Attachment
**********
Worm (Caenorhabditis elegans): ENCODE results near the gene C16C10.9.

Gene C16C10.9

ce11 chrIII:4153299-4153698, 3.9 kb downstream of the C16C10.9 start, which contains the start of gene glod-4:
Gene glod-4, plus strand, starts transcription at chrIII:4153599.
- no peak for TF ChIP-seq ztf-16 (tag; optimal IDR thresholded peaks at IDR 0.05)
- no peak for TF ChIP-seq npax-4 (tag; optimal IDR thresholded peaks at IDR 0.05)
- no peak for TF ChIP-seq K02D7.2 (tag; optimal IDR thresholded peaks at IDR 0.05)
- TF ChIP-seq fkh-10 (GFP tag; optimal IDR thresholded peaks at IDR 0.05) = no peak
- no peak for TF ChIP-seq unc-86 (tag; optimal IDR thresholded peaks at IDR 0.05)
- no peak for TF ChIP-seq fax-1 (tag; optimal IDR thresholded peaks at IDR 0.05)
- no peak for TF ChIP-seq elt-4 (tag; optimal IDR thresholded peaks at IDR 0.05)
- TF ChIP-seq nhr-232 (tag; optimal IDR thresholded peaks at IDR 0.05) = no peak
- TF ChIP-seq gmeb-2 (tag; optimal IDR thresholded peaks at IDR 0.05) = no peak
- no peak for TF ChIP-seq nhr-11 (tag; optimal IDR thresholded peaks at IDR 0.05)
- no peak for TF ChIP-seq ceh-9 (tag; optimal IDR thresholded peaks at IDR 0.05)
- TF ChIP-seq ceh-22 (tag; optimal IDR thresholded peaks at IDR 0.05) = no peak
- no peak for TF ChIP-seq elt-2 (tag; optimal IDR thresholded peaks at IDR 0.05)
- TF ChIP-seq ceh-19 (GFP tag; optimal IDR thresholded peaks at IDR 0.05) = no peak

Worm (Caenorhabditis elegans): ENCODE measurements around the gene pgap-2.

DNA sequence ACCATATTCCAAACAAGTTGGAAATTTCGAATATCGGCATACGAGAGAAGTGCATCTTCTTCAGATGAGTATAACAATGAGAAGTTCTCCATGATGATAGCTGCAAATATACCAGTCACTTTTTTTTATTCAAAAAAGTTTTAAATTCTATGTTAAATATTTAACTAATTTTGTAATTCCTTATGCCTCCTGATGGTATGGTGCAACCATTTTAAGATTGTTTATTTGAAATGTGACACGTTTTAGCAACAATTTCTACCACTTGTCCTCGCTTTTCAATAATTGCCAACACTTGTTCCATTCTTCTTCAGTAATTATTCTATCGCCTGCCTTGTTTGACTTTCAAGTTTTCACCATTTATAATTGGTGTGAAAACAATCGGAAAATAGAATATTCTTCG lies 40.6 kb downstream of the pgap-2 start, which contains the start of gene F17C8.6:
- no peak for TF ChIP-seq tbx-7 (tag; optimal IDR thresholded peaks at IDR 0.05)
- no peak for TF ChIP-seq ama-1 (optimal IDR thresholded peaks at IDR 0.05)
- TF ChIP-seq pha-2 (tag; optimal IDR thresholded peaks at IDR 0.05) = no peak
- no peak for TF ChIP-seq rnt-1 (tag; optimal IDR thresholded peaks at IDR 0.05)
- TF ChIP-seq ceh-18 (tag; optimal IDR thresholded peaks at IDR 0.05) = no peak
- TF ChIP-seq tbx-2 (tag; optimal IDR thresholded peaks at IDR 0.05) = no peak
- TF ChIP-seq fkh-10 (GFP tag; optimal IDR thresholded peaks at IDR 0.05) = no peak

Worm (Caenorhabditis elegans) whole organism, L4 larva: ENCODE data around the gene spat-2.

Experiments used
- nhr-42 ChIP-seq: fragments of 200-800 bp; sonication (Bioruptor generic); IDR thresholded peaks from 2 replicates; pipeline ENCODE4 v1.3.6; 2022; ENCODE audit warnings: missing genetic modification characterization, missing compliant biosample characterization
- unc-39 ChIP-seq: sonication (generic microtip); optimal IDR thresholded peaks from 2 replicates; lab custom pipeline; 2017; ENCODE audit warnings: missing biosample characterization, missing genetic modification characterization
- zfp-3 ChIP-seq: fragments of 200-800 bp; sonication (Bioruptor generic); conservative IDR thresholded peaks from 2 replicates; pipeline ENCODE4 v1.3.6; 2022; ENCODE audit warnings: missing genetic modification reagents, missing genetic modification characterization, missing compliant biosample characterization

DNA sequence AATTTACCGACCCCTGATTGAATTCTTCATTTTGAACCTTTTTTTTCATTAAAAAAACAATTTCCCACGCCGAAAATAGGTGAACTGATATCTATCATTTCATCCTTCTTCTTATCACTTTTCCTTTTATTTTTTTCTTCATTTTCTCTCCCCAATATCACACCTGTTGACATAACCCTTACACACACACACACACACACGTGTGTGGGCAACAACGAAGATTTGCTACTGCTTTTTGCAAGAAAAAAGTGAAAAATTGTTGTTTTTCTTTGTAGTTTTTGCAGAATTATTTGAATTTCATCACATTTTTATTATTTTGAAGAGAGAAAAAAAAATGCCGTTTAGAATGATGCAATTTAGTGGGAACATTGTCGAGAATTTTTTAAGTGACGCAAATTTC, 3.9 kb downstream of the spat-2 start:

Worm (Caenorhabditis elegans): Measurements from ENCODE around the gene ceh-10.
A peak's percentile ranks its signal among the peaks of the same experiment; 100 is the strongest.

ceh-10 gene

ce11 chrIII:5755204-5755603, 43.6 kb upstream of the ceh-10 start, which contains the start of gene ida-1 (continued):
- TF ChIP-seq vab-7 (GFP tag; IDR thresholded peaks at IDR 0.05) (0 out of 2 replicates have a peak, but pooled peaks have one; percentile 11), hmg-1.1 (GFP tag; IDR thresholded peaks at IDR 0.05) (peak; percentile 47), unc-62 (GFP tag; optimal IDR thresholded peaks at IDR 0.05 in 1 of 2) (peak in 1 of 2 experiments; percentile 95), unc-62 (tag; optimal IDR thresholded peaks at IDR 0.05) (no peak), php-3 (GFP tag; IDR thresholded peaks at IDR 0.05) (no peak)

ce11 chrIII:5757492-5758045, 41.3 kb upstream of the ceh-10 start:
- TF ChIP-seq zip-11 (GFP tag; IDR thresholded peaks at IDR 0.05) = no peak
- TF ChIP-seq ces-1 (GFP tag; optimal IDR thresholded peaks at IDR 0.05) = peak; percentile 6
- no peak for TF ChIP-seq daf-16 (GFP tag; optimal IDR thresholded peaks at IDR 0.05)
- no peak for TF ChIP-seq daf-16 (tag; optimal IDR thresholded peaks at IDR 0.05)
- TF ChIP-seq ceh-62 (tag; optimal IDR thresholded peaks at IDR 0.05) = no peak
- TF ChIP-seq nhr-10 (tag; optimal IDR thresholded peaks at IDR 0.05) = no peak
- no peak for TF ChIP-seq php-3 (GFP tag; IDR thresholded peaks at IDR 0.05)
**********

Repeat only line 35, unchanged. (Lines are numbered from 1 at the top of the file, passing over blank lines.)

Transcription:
A peak's percentile ranks its signal among the peaks of the same experiment; 100 is the strongest.